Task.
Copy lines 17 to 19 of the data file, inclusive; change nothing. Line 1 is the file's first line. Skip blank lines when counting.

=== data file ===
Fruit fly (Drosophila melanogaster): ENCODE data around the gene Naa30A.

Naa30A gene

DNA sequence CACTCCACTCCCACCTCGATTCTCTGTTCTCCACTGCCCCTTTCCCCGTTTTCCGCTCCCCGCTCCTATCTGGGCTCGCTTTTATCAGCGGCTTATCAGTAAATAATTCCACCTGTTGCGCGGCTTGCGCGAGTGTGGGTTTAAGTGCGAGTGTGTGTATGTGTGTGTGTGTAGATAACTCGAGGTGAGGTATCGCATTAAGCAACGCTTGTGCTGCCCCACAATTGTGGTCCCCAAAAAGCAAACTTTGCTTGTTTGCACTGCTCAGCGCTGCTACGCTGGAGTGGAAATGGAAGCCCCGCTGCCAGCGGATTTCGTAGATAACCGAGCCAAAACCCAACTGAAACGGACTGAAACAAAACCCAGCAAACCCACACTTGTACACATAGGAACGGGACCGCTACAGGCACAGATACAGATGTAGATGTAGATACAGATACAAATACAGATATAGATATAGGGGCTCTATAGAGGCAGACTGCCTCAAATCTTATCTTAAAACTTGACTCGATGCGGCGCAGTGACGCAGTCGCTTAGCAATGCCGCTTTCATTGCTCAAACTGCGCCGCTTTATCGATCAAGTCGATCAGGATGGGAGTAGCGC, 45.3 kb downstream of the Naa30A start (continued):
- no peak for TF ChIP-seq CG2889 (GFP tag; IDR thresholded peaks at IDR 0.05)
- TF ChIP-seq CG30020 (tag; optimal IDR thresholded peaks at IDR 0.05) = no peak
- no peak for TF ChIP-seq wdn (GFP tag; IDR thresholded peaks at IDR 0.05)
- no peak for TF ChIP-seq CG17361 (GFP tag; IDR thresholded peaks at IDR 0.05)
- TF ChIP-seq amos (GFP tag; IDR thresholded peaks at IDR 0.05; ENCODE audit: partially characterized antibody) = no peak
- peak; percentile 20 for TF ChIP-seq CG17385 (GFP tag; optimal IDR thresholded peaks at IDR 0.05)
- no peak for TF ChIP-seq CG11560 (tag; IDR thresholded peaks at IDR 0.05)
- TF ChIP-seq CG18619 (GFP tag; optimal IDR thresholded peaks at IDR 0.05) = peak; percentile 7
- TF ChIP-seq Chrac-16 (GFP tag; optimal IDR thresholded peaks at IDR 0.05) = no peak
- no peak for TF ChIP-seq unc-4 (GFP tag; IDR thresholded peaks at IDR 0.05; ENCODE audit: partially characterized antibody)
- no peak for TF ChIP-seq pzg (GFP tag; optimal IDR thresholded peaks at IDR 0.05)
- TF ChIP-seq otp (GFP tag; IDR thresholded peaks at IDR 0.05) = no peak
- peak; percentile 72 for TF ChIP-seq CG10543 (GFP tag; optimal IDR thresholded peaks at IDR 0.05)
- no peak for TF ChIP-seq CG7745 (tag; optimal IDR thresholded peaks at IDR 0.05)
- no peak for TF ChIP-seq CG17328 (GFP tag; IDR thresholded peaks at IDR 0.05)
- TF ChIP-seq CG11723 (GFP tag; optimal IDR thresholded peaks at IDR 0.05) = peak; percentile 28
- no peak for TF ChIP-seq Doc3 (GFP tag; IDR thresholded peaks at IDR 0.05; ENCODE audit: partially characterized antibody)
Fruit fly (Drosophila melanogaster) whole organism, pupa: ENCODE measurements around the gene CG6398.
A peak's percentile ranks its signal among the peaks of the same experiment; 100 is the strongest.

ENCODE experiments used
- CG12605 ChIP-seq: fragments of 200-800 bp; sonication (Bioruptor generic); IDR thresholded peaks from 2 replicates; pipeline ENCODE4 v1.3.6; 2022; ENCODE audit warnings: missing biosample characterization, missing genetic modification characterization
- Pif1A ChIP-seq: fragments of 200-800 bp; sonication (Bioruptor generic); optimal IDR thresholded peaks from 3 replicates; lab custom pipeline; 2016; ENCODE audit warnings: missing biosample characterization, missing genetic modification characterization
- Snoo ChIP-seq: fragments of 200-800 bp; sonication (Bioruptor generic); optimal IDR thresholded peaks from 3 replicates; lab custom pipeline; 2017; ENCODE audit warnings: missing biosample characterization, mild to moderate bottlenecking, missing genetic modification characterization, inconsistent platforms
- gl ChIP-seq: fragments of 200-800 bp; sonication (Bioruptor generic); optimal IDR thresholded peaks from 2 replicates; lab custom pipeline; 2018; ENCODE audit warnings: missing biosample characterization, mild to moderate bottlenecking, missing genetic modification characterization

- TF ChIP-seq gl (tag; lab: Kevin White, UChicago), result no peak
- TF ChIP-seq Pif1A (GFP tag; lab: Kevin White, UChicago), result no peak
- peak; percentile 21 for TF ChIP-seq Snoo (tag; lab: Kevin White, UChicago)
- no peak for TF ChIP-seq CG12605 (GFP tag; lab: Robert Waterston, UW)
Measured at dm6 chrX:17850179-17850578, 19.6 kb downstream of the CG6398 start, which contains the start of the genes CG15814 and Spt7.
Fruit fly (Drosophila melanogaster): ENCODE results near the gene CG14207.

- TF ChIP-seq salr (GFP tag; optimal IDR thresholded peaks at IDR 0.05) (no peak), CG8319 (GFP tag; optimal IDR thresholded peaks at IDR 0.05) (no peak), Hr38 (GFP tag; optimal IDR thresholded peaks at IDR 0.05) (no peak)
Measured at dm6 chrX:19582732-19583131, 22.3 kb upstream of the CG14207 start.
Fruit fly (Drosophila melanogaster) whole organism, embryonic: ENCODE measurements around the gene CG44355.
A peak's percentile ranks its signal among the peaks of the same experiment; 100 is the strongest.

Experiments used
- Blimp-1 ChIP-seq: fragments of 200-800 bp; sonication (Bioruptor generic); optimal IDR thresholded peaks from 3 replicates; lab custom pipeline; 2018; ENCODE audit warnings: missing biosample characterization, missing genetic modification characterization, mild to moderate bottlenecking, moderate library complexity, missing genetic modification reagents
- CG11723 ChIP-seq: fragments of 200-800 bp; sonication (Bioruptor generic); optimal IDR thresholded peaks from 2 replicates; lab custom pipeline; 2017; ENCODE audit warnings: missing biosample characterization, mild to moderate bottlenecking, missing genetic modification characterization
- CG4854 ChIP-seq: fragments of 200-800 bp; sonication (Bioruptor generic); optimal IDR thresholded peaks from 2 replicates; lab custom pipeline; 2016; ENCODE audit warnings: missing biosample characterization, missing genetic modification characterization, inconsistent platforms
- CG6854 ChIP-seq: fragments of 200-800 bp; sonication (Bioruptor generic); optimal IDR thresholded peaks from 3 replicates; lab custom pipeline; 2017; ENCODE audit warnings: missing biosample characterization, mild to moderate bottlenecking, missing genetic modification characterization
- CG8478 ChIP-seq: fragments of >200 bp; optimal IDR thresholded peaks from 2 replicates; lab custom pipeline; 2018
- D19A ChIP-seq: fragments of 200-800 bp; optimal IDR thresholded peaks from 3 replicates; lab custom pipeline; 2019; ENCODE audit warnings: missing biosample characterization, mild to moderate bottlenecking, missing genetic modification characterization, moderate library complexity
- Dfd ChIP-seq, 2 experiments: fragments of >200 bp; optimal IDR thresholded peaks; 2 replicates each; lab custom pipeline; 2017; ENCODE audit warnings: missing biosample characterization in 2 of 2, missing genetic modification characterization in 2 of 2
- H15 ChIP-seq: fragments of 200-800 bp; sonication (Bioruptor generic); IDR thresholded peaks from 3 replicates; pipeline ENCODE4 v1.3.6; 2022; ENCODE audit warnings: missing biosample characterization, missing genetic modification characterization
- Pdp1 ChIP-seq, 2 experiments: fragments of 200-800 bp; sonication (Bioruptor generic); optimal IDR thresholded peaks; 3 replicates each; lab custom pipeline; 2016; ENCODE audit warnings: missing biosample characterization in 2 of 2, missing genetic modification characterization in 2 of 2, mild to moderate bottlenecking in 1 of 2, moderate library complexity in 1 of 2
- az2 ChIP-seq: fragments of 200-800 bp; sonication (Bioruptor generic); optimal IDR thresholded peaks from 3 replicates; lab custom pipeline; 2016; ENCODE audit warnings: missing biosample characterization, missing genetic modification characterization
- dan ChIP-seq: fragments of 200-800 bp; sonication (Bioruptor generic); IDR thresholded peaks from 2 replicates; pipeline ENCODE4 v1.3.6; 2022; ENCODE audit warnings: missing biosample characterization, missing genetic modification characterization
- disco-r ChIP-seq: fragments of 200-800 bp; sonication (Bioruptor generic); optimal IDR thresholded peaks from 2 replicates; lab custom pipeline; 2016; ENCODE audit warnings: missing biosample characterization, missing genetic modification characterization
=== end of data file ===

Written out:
- no peak for TF ChIP-seq CG7745 (tag; optimal IDR thresholded peaks at IDR 0.05)
- no peak for TF ChIP-seq CG17328 (GFP tag; IDR thresholded peaks at IDR 0.05)
- TF ChIP-seq CG11723 (GFP tag; optimal IDR thresholded peaks at IDR 0.05) = peak; percentile 28